May 1, 2016 @ 12:42 AM

In January 2016, Elsie and I added Parenting Adult Children to our six areas of counseling focus. We added this important area because we continue to see more and more parents come for counseling on how to deal with the problems of their, now, adult children. Their children are running the gamut of problems from cut-offs to divorce to drug/alcohol addiction to sexual immorality. The parents are asking how can we help our children and, even more, how can we protect our grandchildren. This becomes especially heart-wrenching when the parent is attached to the grandchildren. It causes them deep pain and, often, anger to see the mess their parents have made of their lives and the impact it is having on the grandchildren.

Here are some thoughts on parenting adult children. First and foremost, if these adult children are born again believers in Jesus Christ they need to move from parent-dependent (as children) to self-dependent (as adults) to God-dependent (as believers). As the parent of adult children, you no longer have the authority to compel them to do your will. They no longer live under your roof and you are no longer the authority in their lives. The goal of Christian adulthood is that we would become God-dependent and submit ourselves to His authority to do His will.

Second, being a parent of an adult child who is making a mess of his life is difficult. If you are doing childcare for the grandchildren you have all the responsibility during the time they are with you and none of the authority. You are now in the position of “parenting by permission.” As a parent you can ask if your children want your counsel or advice but you cannot force it on them. Although time and experience have not made your children equal with you, you still need to parent by permission. Hopefully your children will value your wisdom and seek out your counsel.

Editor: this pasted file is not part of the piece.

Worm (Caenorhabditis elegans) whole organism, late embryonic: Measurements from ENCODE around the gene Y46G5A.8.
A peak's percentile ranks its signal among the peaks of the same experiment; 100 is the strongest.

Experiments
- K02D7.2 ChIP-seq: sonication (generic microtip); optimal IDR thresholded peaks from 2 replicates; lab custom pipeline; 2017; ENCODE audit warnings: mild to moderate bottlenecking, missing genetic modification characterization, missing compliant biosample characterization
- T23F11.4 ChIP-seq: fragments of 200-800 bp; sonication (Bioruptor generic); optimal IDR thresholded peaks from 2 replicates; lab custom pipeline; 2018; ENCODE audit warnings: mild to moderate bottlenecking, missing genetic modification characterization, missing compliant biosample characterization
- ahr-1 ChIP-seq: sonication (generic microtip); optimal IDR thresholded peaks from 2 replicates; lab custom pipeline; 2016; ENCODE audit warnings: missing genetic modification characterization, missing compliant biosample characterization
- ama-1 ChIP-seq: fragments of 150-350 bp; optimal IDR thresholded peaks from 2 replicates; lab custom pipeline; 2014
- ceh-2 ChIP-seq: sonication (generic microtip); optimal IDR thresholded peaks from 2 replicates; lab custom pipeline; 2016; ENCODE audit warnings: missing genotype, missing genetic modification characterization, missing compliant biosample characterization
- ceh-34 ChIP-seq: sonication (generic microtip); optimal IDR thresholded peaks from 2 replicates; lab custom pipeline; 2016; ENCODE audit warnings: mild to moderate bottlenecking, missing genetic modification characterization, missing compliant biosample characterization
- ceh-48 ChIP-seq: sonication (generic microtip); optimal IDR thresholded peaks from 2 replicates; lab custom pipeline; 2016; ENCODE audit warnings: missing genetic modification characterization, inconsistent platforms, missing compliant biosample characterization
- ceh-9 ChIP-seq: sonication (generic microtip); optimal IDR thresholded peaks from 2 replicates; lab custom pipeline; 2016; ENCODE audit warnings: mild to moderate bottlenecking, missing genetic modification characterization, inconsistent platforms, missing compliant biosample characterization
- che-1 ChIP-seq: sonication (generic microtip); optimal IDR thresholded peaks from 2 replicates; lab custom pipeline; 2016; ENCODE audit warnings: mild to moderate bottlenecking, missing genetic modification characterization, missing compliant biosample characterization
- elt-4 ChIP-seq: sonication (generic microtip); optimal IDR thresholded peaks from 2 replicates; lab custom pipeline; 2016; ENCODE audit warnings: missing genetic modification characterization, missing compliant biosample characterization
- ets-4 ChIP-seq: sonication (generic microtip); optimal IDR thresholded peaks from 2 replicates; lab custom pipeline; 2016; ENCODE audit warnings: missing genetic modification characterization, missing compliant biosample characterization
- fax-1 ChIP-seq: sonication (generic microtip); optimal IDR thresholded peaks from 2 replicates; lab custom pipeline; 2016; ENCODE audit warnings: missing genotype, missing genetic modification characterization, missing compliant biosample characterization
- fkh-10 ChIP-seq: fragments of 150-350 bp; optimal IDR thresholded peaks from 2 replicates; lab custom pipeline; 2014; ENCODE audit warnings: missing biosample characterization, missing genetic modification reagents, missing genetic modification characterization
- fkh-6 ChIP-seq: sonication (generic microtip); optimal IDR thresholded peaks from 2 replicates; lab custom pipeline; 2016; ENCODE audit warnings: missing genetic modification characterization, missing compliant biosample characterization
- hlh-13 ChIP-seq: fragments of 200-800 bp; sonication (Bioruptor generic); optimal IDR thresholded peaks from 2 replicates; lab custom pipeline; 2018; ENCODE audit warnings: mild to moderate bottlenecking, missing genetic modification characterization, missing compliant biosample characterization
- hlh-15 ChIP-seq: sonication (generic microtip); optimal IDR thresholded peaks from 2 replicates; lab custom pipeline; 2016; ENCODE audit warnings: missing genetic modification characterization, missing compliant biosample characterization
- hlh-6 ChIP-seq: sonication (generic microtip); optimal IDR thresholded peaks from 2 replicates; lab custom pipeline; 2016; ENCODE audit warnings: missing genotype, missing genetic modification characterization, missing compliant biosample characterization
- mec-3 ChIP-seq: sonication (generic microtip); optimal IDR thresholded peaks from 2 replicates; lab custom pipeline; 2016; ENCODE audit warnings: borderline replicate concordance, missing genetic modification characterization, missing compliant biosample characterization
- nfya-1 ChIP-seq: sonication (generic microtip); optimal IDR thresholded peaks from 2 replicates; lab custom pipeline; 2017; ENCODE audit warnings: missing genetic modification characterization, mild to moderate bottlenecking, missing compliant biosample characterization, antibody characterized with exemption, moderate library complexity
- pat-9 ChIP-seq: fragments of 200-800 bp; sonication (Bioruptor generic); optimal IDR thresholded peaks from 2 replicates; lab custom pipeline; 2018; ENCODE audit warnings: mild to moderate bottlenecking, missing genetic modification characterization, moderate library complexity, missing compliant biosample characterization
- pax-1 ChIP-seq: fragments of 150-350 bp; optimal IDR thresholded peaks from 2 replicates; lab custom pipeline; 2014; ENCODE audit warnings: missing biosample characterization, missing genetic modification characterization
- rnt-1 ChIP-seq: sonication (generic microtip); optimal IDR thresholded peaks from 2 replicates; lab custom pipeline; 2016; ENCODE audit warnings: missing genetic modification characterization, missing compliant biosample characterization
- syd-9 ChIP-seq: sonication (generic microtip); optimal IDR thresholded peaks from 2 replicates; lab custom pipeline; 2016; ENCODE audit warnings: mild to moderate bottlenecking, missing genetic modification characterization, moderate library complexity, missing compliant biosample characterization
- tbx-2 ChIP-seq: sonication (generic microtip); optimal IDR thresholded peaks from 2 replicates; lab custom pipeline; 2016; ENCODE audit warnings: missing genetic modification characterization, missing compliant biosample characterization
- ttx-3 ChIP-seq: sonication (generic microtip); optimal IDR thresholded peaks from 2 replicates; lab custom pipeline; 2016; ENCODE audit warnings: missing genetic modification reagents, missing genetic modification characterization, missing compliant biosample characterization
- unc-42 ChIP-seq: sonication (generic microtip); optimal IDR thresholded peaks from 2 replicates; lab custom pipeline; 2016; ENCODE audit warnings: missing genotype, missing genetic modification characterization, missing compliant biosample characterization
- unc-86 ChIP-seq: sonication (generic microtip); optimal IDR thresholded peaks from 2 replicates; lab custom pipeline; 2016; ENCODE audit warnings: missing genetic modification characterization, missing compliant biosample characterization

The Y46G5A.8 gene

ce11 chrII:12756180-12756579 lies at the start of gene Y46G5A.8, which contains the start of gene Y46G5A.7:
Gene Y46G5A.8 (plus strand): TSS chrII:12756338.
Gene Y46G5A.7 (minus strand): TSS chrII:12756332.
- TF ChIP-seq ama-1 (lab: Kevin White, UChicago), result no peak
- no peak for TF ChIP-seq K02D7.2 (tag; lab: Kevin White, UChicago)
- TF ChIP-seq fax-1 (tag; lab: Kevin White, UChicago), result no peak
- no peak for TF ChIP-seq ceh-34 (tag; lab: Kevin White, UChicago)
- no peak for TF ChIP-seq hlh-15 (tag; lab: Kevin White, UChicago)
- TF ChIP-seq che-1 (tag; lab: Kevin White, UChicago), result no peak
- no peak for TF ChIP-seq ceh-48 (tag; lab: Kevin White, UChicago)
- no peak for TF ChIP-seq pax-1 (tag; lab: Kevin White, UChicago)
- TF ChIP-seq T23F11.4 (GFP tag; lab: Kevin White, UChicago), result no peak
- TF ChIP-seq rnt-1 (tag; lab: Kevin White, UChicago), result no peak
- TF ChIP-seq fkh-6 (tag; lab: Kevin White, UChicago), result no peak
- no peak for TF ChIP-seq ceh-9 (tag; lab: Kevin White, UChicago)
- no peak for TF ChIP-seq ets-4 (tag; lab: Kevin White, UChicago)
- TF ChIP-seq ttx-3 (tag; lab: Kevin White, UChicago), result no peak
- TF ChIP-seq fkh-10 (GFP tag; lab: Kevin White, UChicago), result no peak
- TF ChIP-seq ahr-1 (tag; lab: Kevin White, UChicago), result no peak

Many parents of adult children try bribery using money, trips, gifts, etc. to buy compliance from their adult children. This may bring temporary compliance but usually doesn’t work long-term. Adult children are glad to take the bribes but continue to do life on their own terms. A healthier approach to parenting adult children is to build a genuine relationship with them that is mutual, reciprocal, and free (for a deeper understanding of these terms, read Elsie’s article in the March 2016 Hope Line). Those are the marks of an adult relationship.

The bottom line is that we want our adult children to love Christ, love their children, and love us. We want them to submit their wills to the Lord’s and serve Him with their lives. We want them to see us as a valued resource and include us in their lives not out of duty but out of love. One final thought, you never stop parenting! Until the day you die you will be parenting your children because you love them and care how they live their lives!

Parenting adult children is a sacred privilege,